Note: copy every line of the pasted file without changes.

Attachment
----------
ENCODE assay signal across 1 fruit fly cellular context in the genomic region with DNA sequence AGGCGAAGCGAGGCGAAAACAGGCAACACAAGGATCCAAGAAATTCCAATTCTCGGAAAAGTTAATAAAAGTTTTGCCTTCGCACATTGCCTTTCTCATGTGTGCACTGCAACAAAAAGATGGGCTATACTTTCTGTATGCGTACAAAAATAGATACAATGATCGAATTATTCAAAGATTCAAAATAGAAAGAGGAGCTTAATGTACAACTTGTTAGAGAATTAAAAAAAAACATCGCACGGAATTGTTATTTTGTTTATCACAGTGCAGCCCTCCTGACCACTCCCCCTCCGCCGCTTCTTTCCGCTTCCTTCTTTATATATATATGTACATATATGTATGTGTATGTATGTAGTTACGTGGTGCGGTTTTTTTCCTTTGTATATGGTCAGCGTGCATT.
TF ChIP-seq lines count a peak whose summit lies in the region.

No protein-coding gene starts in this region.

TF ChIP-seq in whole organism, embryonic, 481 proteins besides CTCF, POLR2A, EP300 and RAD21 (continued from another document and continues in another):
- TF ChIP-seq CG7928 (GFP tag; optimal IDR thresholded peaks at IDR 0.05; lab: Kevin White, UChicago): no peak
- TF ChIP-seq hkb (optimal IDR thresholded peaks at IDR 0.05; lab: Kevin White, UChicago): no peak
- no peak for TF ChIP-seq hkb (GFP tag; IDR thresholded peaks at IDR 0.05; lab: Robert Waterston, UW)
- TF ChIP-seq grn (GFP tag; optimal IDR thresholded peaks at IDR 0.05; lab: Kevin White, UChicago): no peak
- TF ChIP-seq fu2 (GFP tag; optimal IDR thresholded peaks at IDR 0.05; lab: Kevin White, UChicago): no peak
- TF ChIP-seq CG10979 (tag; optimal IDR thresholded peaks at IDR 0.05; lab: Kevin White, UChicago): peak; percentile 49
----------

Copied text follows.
ENCODE assay signal across 1 fruit fly cellular context in the genomic region with DNA sequence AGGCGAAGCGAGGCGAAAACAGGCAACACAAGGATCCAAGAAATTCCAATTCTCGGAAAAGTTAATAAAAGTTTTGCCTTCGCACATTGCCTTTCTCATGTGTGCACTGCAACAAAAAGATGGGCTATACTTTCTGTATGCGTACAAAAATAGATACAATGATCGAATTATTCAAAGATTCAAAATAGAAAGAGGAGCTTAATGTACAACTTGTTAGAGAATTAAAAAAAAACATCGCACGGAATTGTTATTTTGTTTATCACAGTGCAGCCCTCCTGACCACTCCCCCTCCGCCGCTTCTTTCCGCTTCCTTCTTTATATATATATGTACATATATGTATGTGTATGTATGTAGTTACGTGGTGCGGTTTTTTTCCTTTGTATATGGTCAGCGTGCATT.
TF ChIP-seq lines count a peak whose summit lies in the region.

No protein-coding gene starts in this region.

TF ChIP-seq in whole organism, embryonic, 481 proteins besides CTCF, POLR2A, EP300 and RAD21 (continued from another document and continues in another):
- TF ChIP-seq CG7928 (GFP tag; optimal IDR thresholded peaks at IDR 0.05; lab: Kevin White, UChicago): no peak
- TF ChIP-seq hkb (optimal IDR thresholded peaks at IDR 0.05; lab: Kevin White, UChicago): no peak
- no peak for TF ChIP-seq hkb (GFP tag; IDR thresholded peaks at IDR 0.05; lab: Robert Waterston, UW)
- TF ChIP-seq grn (GFP tag; optimal IDR thresholded peaks at IDR 0.05; lab: Kevin White, UChicago): no peak
- TF ChIP-seq fu2 (GFP tag; optimal IDR thresholded peaks at IDR 0.05; lab: Kevin White, UChicago): no peak
- TF ChIP-seq CG10979 (tag; optimal IDR thresholded peaks at IDR 0.05; lab: Kevin White, UChicago): peak; percentile 49